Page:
Stories within stories: The books mentioned in My Mother’s Secret

I’m delighted to welcome Tasha Locke to my blog this week. Tasha graduated from Bristol University this year with a degree in English Literature. I met Tasha through my role as a Role Literary Fund Fellow at Bristol University. Her insight into literature prompted me to ask her if she’d write the Book Club questions (My Mother’s Secret Book Club Questions) for you. There are a number of  novels mentioned in My Mother’s Secret, mostly by one of the main characters, bookish teenager, Stella Taylor, who is in a Book Club at school.  Stella is obsessed with Jane Eyre, but it’s Henry James’ The Golden Bowl that runs like a leitmotif through my thriller… Over to Tasha.

 

The novels mentioned in My Mother’s Secret provide layers for both the characters and the plot. These novels all present love in an unconventional, often forbidden, light. The debates on these novels in Stella’s book club get us to think about the complexities and themes of My Mother’s Secret. 

Introducing the theme of adultery to My Mother’s Secret, Stella’s book club first read The Golden Bowl by Henry James. The group can’t agree whether the book is about love, sex, or betrayal. Their book club debate invites us to reconsider our own opinions about betrayal and deception in relationships, which becomes increasingly important as the story of My Mother’s Secret goes on. 

The bowl from The Golden Bowl is also symbolic in My Mother’s Secret. In James’ novel Maggie Verver is about to get married and is gifted a golden bowl by her best friend and fiancé (who happen to be lovers) that has a crack in it. The symbolic crack in James’ The Golden Bowl mirrors the secret in My Mother’s Secret – but not just Emma Taylor’s, the mother and main character in the novel. It is not until the final twist of My Mother’s Secret that we realise the significance of Stella’s earlier statement: ‘the only person I know who’s read it is my dad.’

Another novel mentioned in My Mother’s Secret is Jane Eyre. My Mother’s Secret opens with a quote from Jane Eyre and Bronte’s gothic setting of Thornfield Hall resembles Tyntesfield, the estate outside of Bristol, where parts of My Mother’s Secret are set. Tyntesfield, like Bronte’s Thornfield, becomes a place of secrecy, deceit and even ghost-like doubles.  

Jane Eyre is Stella’s favourite book. She moulds herself on Jane, and, appropriately, her Instagram name is Mrs Rochester. Stella’s desire to find out what her mother’s secret is frames her narrative in a Jane Eyre-esque Bildungsroman, and the secret, like the character of Bertha in Jane Eyre, becomes the threat to her teenage romance.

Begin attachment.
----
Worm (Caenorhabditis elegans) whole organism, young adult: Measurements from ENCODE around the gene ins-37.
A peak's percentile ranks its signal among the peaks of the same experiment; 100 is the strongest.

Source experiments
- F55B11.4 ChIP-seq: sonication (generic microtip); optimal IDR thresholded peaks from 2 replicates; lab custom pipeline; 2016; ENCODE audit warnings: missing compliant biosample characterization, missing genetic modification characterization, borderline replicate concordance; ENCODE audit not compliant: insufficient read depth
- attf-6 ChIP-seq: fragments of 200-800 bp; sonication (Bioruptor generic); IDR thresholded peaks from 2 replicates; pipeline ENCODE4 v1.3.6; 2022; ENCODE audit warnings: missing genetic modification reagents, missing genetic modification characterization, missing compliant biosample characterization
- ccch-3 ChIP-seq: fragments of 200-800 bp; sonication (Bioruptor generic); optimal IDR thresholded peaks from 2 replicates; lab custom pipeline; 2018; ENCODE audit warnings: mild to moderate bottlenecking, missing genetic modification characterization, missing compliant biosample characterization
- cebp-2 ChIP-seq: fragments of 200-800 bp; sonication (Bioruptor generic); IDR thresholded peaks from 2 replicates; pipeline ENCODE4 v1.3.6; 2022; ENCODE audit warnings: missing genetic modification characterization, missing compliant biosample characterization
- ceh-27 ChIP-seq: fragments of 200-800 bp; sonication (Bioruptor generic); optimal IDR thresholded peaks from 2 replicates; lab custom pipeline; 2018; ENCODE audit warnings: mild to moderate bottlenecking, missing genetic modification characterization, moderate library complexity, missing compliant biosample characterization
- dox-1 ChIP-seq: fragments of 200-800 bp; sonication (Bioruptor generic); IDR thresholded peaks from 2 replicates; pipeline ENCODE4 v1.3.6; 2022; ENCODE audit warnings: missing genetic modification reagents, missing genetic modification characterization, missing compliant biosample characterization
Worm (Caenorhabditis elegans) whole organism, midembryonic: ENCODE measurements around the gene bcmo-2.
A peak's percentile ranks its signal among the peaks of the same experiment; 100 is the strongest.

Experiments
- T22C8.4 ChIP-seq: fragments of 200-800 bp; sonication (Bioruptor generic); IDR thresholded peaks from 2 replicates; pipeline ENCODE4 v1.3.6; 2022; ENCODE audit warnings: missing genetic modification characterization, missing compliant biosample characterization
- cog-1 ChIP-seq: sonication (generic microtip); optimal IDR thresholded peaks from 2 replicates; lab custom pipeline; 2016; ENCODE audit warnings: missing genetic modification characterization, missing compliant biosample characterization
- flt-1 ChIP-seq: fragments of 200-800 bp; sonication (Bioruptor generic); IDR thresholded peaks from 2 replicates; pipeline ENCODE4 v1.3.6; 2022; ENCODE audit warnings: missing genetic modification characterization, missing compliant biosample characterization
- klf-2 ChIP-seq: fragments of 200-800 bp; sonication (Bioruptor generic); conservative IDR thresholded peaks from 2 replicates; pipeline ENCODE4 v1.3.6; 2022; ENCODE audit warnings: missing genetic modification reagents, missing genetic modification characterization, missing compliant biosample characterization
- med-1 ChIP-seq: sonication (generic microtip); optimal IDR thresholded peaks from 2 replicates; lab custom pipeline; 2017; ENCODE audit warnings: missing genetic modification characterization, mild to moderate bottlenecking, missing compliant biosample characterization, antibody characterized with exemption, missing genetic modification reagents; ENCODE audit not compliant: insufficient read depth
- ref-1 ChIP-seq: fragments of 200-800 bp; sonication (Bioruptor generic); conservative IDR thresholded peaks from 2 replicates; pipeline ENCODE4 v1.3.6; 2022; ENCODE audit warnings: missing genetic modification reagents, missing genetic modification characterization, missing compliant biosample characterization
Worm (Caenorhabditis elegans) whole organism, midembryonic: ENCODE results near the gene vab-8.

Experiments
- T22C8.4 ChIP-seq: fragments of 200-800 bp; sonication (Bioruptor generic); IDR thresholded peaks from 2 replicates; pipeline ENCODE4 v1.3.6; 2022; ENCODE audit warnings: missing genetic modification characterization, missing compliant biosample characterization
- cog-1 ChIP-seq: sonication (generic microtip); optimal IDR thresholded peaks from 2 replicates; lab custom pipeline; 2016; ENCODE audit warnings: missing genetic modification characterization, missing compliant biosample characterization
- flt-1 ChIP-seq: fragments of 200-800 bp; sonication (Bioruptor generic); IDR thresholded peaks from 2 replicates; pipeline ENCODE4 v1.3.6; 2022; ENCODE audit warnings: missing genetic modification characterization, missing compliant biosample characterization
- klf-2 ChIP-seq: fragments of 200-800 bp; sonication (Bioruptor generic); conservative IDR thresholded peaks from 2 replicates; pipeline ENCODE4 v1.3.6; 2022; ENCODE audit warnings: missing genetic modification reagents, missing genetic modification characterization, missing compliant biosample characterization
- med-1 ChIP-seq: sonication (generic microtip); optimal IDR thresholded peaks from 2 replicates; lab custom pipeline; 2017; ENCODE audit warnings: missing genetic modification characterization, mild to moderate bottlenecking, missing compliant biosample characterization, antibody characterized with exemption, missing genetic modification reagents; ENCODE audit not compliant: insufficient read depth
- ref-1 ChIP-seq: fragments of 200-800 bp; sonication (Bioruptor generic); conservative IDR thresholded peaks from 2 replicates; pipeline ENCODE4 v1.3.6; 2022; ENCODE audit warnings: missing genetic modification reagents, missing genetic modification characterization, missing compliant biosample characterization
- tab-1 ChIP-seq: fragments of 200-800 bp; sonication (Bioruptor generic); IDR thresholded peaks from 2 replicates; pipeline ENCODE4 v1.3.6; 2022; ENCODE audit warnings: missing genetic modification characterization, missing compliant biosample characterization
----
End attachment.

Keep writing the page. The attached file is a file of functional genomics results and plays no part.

Stella’s teenage crush Adam – MaddAddam on Instagram – builds an unlikely connection between Jane Eyre and Margret Atwood’s novel Oryx and Crake. Whilst placing teenage love on social media is fitting, Atwood’s post-apocalyptic dystopia seems worlds away from Bronte’s 19th century England. But the twist in Stella and Adam’s love story – the reason their love must remain forbidden – draws these two novels together.

My Mother’s Secret invites a re-reading of one of Jane Eyre’s most famous lines, which Stella quotes:

No woman was ever nearer to her mate than I am: ever more absolutely bone of his bone and flesh of his flesh.

Stella will regret wanting love like that… like Adam says of Atwood’s ‘speculative fiction’: ‘it means that everything could happen right now’.

Stella’s book club, and the books they read, provide a platform for the reader to speculate on the relationships in My Mother’s Secret. But the constant twists prove that these books cannot be relied on; the complexities of love in My Mother’s Secret is utterly new.

 

 

Book Club Questions for My Mother’s Secret

 

I love reading and writing – obviously! And I then love meeting up with people to chat about what I’ve read, maybe over a glass of wine!

In case you’d like to talk about My Mother’s Secret in your book club, we’ve put together some questions to get you started. You can download them below. Do email me if you have any of your own, or have a look at a Q&A with me.

 

My Mother’s Secret Book Club Questions

My Mother’s Secret Q&A

In the meantime, I’ll let you into a secret – the character I like best in My Mother’s Secret!

Do let me know who you like best!

 

Easter holiday reading recommendations

We’re coming up to the Easter holidays. My family had a lovely tradition when we were growing up: my mum would hide a book instead of a chocolate Easter egg for me…although I think there’d be a rebellion if I tried to do that in our house! I hope you enjoy some time to read over the holidays. Do let me know what you’re reading and what you think of these suggestions. Chocolate optional.